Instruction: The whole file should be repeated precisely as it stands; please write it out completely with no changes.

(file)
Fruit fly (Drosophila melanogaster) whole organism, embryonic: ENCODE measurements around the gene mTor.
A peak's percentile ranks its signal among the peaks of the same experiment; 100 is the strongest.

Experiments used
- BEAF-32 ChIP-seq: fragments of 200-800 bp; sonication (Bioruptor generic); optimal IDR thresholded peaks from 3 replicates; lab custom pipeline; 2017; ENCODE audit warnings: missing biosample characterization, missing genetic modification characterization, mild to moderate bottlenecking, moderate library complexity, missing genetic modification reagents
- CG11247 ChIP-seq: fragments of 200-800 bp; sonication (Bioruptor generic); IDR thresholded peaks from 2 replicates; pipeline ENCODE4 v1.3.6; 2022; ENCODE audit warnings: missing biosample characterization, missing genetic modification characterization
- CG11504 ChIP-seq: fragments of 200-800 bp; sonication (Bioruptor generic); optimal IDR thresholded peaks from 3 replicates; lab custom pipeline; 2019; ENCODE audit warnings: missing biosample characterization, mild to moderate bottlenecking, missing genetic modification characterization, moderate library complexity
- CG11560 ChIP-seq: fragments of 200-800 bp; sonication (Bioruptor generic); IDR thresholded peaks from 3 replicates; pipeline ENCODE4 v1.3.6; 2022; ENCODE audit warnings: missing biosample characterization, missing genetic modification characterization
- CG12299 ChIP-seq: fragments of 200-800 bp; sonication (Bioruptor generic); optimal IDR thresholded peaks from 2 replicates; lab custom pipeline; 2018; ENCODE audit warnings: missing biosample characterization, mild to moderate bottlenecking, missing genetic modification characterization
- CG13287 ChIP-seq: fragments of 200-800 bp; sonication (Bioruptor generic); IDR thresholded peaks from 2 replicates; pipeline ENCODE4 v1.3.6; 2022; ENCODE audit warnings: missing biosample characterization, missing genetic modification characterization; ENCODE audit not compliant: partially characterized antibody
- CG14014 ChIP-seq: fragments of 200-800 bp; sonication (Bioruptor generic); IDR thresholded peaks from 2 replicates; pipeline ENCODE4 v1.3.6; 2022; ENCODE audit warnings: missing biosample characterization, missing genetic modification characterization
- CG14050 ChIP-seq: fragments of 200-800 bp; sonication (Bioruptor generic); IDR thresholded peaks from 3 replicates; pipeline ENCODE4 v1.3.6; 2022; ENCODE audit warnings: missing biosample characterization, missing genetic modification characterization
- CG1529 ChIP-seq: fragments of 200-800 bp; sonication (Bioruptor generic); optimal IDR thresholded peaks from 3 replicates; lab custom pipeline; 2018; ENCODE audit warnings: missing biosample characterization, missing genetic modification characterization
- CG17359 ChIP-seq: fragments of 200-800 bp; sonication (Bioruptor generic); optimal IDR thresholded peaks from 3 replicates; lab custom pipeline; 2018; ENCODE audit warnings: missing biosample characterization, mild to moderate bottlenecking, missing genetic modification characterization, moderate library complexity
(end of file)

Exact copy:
Fruit fly (Drosophila melanogaster) whole organism, embryonic: ENCODE measurements around the gene mTor.
A peak's percentile ranks its signal among the peaks of the same experiment; 100 is the strongest.

Experiments used
- BEAF-32 ChIP-seq: fragments of 200-800 bp; sonication (Bioruptor generic); optimal IDR thresholded peaks from 3 replicates; lab custom pipeline; 2017; ENCODE audit warnings: missing biosample characterization, missing genetic modification characterization, mild to moderate bottlenecking, moderate library complexity, missing genetic modification reagents
- CG11247 ChIP-seq: fragments of 200-800 bp; sonication (Bioruptor generic); IDR thresholded peaks from 2 replicates; pipeline ENCODE4 v1.3.6; 2022; ENCODE audit warnings: missing biosample characterization, missing genetic modification characterization
- CG11504 ChIP-seq: fragments of 200-800 bp; sonication (Bioruptor generic); optimal IDR thresholded peaks from 3 replicates; lab custom pipeline; 2019; ENCODE audit warnings: missing biosample characterization, mild to moderate bottlenecking, missing genetic modification characterization, moderate library complexity
- CG11560 ChIP-seq: fragments of 200-800 bp; sonication (Bioruptor generic); IDR thresholded peaks from 3 replicates; pipeline ENCODE4 v1.3.6; 2022; ENCODE audit warnings: missing biosample characterization, missing genetic modification characterization
- CG12299 ChIP-seq: fragments of 200-800 bp; sonication (Bioruptor generic); optimal IDR thresholded peaks from 2 replicates; lab custom pipeline; 2018; ENCODE audit warnings: missing biosample characterization, mild to moderate bottlenecking, missing genetic modification characterization
- CG13287 ChIP-seq: fragments of 200-800 bp; sonication (Bioruptor generic); IDR thresholded peaks from 2 replicates; pipeline ENCODE4 v1.3.6; 2022; ENCODE audit warnings: missing biosample characterization, missing genetic modification characterization; ENCODE audit not compliant: partially characterized antibody
- CG14014 ChIP-seq: fragments of 200-800 bp; sonication (Bioruptor generic); IDR thresholded peaks from 2 replicates; pipeline ENCODE4 v1.3.6; 2022; ENCODE audit warnings: missing biosample characterization, missing genetic modification characterization
- CG14050 ChIP-seq: fragments of 200-800 bp; sonication (Bioruptor generic); IDR thresholded peaks from 3 replicates; pipeline ENCODE4 v1.3.6; 2022; ENCODE audit warnings: missing biosample characterization, missing genetic modification characterization
- CG1529 ChIP-seq: fragments of 200-800 bp; sonication (Bioruptor generic); optimal IDR thresholded peaks from 3 replicates; lab custom pipeline; 2018; ENCODE audit warnings: missing biosample characterization, missing genetic modification characterization
- CG17359 ChIP-seq: fragments of 200-800 bp; sonication (Bioruptor generic); optimal IDR thresholded peaks from 3 replicates; lab custom pipeline; 2018; ENCODE audit warnings: missing biosample characterization, mild to moderate bottlenecking, missing genetic modification characterization, moderate library complexity